CATAPILLA - Changes (Vertigo Records 6360 074,1972)
The flagship track of the first LP Catapilla (Vertigo 6360 029) 1971' is the 25 minute "Embryonic Fusion" - the quintessence of style group, pure poetry progressive rock. After recording their debut album some musicians left the band. Other members and founders Robert Calvert and Anna Meek, Graham Wilson co-opt new instrumentalists and proceeded to record the second album,Catapilla - "Changes" released in 1972 original UK first pressing Vertigo 6360 074 Production: Colin Caldwell, cover-art by Martin Dean, Recorded at Marquee Studios, London..housed in a spectacular die-cut gatefold cover. Scary cover, too. A giant die-cut catterpillar gnaws its way through the cabbage leaves. Will they come for you too? The lettering is perhaps a bit too tolerantly chosen. Too much trouble to design your own letters? The inside shows the backside of the caterpillar, which is prolongued even into the inside of the cover where the disc has its place. Interesting idea!
This LP is rare and very very hard to find,one of the most mysterious of all the innovative acts signed by progressive Vertigo Swirl label in the early seventies. This short-lived progressive rock band made an unforgettable impression upon the face of music before their exit into obscurity. It's a wonder how a group that was so well ahead of their time and who were literally one of the pioneers of an entire generation of music could be so unrecognized. Now its time to give credit were it is so rightfully due. Plate was also curious, as debut the style group remained the same only slightly enriched it even elements of psychedelia and experimental music. It features the powerful vocals of Anna Meek that have been variously described by critics as ‘elegant’ and even ‘witch-like’. Her voice is complemented on a series of extended performances by the saxophone playing of leader Robert Calvert (who is not to be confused with the singer and poet Robert Calvert of Hawkwind fame). Catapilla’s style veers between avant-garde jazz-fusion and experimental acid rock and there is plenty of room for experimentation on tracks Exorcising and often wordless vocals by Meek still dominate the soundscapes, as do Calvert's ubiquitous saxes, frequently two at the time.
No concessions to sales figures anywhere in sight, the music aims at spiritual cleansing. A lot of echo, a lot of overdubs and long, long tracks govern the style. At times this leads to gaps in the tension, but when it gels it's downright chilling. Best features are the silent passages after wild orgies of sound, that work like sanctuaries after some cosmic ordeal, like the end of Reflections. Also noteworthy: the strange mixture of slow hard-rock and Eastern melodies on Thank Christ for George, moments of savage guitar lines are calmed by vocals that seem to float over the top of a soothing saxophone while the complexity of it all pulls you into another dimension.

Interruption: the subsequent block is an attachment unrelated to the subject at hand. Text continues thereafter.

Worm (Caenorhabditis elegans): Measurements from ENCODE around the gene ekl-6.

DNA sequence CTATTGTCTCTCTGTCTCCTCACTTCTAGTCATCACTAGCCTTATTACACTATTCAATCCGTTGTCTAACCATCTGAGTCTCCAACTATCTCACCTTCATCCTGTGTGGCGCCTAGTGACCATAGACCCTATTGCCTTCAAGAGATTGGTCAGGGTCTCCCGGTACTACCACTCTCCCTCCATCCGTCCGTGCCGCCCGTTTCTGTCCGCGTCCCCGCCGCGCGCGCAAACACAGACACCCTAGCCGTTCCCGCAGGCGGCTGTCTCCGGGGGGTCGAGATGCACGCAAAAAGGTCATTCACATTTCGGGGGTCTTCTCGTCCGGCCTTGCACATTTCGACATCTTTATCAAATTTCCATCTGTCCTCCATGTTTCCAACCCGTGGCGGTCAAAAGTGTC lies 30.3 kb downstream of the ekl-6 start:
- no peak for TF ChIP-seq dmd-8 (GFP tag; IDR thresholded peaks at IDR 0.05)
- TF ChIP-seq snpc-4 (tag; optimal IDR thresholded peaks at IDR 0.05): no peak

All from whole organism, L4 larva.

They both clock in at over twelve minutes each. Regardless of the length of the songs you are left wanting for more as well as the unexpected tranquillity of the closing track. Unique sounds that make for uneasy but rewarding listening. Vocalist Anna Meek and saxophonist Robert Calvert play off of each other and ride the prog-rock roller coaster of ever changing sound. Prog-rock enthusiasts get a glimpse of where groups like Pink Floyd and Roxy Music could have derived some ideas from. Meek's eerie vocal rants and Calvert's poignant and atmospheric saxophone are everything Graham Wilson (guitar), Ralph Rolinson (keyboards), Carl Wassard (bass), and Brian Hanson (drums) needed to launch a sound that is all at once mysterious as it is aurally exciting.
This LP entailed four ambitious songs of progressive jazz-rock fusion that help to lend a hand in setting the standard for what was to become a new genre. The colorful gatefold sleeve, which has a picture of a caterpillar peeping over a leaf as it enjoys its meal, opens and there is a maggot squirming. This image is a point of reference to the music, its very symbolic. Progressive rock is very much like the process of birth and rebirth. The caterpillar goes into a cocoon and emerges as a beautiful butterfly. They couldn't have chosen a better analogy or illustration to explain the musical process. Its time for us all to investigate the impact that groups like Catapilla has had on the history and development of prog-rock. Despite this, the album went almost unnoticed. In part, it was because the year 1972 was full of many important works of rock
Catapilla did not have a suitably resilient impresario and good promotion. To the lack of adequate amounts of touring and internal friction in the group soon led to its dissolution. To this lack of proper quantities concert tours and internal friction in the group soon led to its dissolution. Most of the members of the group left the music business and today their names are known only to the a staunch fans. Robert Calvert joined Hawkwind and for many years with great success in this group, he continued his musical career. The fact remains that Catapilla, is more appreciated team today - over 40 years after its debut, than in the years of its activity.
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